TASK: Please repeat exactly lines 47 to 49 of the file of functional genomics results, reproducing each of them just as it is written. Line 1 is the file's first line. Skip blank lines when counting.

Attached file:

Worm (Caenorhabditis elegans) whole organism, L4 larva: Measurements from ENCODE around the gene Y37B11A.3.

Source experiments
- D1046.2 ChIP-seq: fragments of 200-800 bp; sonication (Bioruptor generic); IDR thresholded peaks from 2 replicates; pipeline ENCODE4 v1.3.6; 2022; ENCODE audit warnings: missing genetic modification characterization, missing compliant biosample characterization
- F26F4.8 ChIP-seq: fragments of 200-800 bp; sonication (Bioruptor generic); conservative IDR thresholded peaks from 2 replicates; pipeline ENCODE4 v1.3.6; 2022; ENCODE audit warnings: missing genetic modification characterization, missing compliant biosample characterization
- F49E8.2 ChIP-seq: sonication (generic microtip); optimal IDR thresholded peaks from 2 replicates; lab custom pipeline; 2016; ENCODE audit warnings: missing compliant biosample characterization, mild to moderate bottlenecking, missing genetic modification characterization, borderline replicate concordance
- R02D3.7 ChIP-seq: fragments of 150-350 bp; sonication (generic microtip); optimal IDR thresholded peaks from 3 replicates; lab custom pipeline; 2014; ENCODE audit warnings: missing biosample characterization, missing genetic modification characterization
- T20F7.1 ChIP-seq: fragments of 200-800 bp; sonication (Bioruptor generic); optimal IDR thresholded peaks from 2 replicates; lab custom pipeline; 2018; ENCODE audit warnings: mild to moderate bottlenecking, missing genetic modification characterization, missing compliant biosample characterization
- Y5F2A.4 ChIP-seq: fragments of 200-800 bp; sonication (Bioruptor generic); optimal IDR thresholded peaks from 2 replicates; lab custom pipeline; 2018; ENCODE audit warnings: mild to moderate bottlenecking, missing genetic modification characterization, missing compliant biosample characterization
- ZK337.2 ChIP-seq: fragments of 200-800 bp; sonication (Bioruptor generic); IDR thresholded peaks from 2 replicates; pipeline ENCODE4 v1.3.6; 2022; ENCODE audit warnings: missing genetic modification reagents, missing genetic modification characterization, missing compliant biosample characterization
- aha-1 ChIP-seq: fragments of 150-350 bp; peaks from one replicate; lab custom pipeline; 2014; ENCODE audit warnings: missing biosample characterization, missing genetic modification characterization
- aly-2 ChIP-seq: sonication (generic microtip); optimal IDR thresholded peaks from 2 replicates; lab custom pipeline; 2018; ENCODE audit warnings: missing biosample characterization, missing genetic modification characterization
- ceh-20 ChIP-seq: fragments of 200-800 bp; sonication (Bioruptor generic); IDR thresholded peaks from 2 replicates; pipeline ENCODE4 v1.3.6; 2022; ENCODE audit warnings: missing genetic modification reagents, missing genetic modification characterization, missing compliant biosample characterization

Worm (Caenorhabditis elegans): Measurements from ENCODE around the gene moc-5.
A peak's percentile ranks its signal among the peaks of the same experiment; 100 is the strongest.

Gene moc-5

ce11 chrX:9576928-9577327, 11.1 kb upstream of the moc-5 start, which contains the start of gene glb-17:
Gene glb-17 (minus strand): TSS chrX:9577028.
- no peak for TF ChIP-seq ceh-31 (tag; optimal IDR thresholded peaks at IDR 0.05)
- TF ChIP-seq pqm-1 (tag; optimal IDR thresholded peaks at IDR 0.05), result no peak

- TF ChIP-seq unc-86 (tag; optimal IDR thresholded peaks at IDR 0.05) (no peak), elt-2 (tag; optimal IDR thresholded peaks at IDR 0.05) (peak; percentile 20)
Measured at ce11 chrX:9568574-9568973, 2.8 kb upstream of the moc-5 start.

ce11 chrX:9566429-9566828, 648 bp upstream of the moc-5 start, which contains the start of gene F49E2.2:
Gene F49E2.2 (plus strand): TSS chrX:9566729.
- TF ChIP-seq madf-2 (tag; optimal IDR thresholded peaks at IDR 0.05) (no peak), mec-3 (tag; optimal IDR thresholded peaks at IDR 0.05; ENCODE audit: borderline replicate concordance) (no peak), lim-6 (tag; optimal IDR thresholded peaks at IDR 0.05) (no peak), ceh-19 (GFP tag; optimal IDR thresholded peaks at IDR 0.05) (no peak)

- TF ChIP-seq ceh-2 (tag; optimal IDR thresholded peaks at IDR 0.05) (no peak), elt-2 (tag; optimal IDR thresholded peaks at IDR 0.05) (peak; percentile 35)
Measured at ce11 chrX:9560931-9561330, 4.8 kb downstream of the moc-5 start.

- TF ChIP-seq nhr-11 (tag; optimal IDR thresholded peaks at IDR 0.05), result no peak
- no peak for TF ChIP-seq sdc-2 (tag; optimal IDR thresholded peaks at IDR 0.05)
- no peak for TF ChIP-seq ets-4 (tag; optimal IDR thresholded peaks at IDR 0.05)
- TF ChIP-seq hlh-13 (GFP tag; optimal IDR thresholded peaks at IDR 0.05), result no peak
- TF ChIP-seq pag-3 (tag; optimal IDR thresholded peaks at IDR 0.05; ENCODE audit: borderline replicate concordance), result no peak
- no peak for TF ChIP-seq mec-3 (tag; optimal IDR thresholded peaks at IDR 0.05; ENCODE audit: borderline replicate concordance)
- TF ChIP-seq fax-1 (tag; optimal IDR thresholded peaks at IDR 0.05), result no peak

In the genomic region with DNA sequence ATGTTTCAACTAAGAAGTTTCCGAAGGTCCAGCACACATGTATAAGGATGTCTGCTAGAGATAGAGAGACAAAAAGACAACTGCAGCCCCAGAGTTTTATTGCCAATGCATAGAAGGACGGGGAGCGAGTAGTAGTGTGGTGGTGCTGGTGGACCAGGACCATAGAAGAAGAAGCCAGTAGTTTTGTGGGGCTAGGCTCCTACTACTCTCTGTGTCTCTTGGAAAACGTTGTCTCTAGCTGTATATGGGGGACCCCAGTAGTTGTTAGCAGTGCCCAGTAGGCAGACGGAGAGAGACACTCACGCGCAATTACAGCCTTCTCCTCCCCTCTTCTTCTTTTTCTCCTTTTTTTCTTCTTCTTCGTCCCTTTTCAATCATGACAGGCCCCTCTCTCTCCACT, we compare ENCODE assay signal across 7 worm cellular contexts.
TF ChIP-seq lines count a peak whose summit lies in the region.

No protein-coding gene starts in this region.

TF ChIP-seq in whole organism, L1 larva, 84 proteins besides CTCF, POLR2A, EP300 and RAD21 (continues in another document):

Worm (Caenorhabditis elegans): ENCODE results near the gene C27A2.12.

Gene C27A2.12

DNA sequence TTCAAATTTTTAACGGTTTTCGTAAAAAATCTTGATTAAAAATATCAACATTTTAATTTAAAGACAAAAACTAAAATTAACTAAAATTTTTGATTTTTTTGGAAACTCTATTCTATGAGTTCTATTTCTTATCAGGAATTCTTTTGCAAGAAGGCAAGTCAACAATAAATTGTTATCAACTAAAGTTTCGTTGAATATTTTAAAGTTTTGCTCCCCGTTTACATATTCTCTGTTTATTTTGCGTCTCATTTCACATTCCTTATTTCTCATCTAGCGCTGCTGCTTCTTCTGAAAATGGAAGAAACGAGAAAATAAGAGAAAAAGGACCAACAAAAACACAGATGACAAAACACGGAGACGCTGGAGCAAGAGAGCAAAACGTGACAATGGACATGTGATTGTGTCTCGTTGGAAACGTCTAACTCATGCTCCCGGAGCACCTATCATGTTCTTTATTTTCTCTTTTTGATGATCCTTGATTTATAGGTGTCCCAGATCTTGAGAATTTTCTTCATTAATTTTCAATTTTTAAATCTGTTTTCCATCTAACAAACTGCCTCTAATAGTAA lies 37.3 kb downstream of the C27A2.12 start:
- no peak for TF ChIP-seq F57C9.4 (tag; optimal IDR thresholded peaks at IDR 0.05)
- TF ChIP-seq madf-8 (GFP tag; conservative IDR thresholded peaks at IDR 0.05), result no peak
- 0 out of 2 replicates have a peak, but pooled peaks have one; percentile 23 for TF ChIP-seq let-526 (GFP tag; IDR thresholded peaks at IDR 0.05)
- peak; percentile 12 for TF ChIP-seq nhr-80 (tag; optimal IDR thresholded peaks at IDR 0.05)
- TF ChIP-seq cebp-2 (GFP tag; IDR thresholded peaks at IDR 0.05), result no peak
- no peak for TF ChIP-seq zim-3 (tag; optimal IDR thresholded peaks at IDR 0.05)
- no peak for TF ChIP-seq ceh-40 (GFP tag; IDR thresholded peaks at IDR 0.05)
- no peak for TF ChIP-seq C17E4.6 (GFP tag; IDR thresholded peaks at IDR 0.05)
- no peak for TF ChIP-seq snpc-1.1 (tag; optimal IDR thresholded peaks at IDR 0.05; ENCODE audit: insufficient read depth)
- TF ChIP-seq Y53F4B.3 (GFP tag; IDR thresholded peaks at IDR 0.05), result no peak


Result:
- no peak for TF ChIP-seq ceh-40 (GFP tag; IDR thresholded peaks at IDR 0.05)
- no peak for TF ChIP-seq C17E4.6 (GFP tag; IDR thresholded peaks at IDR 0.05)
- no peak for TF ChIP-seq snpc-1.1 (tag; optimal IDR thresholded peaks at IDR 0.05; ENCODE audit: insufficient read depth)